• Kids say
Adult Written byTrueRose January 6, 2021

Dark and Intriguing

This book disturbed me quite a lot though there are some good messages. It has an interesting plot and It kept me entertained throughout. I would recommend thi... Continue reading

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What's the story?

In RED HOOD, readers follow Bisou into the woods towards home after an embarrassing incident with boyfriend James. A wolf attacks her there, and in self-defense, she kills it. The next day, she learns that Tucker, a classmate who'd drunkenly forced himself on her at a dance earlier that night, was found dead where she killed the wolf, and she realizes that Tucker was probably the wolf. After Bisou saves Keisha from a similar wolf attack, and supports another friend, Maggie, who's being sexually harassed by a likely incel ("involuntary celibate"), her grandmother, Mémé, tells Bisou about the mysterious powers she's inherited that come with the full moon and her period. Mémé also fills in many blanks about Bisou's violent early childhood. The remainder of the story focuses on the bonds between Bisou, her friends, and Mémé, as well as the strength and power they find in one another to confront toxic masculinity and the real violence it engenders.

Is it any good?

This absorbing, gorgeously written novel both challenges and inspires readers. An early sex scene and extended descriptions of Bisou's first period may cause even strident feminists discomfort. But the underlying messages are that joyous sex between consenting teens is sometimes a healthy part of growing up and that menstruation is not inherently shameful. Readers are rewarded with lyrical prose and a magical story that affirms the power we can find in one another. Though trauma and threat of male violence is ever-present, it's inspiring to see the characters overcome their troubles.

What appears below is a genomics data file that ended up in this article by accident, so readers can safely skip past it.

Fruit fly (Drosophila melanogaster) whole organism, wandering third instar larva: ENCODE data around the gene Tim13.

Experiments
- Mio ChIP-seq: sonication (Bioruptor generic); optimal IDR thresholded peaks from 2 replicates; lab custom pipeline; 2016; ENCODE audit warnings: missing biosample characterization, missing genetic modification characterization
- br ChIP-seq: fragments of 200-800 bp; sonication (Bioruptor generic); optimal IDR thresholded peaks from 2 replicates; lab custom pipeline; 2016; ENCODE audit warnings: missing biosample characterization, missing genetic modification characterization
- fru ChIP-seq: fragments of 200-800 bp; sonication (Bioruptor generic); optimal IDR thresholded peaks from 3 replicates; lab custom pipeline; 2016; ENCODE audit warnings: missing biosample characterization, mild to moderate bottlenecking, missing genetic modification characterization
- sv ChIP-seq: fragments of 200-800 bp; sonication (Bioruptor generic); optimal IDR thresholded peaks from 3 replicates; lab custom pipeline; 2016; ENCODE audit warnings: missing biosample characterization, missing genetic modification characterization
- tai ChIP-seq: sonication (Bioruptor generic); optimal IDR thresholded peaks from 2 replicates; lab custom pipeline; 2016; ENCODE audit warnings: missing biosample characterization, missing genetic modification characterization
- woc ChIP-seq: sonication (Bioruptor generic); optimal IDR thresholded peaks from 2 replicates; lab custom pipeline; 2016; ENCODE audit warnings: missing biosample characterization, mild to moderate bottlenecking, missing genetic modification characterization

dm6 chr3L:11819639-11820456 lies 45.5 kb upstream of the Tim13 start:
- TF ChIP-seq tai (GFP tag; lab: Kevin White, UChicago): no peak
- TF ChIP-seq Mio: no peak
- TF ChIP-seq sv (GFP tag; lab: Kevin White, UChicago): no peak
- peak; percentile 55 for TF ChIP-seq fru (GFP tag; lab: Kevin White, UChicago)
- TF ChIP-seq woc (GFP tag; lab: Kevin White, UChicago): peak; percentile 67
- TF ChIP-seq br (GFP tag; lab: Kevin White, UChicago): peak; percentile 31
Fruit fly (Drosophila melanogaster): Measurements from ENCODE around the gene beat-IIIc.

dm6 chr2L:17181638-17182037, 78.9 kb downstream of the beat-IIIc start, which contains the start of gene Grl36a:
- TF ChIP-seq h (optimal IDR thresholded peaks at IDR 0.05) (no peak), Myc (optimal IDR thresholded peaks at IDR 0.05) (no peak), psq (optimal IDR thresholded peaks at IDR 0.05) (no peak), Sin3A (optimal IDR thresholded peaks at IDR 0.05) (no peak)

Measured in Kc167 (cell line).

The narrator uses "you," which effectively puts the reader in Bisou's shoes, but it may take some getting used to, and inserted poems have no context until late in the story. But aside from these small hiccups,Red Hood  is a truly satisfying read. While teen readers will benefit from learning about the timely problem of toxic masculinity, they will also enjoy the twist on the classic fairy tale and remember the fierce women characters (and the men who support them) long after turning the last page.

Talk to your kids about ...

  • Families can talk about the opening scenes in Red Hood. What surprised you? Why do you think the author included a sex scene and descriptions of menstruation in the very beginning of the story? What effect did it have on you as a reader?

  • What are your thoughts on Bisou's inherited power? Is her power the best solution to the problem of men who hurt and/or kill women? What other solution might there be?

  • What similar experiences bring togther the circle of young women Bisou befriends and Mémé advises? Do you share a strong bond with a friend or a group of friends? How do they help you? How do you help them?

Book details

Our editors recommend

For kids who love fantasy and strong girls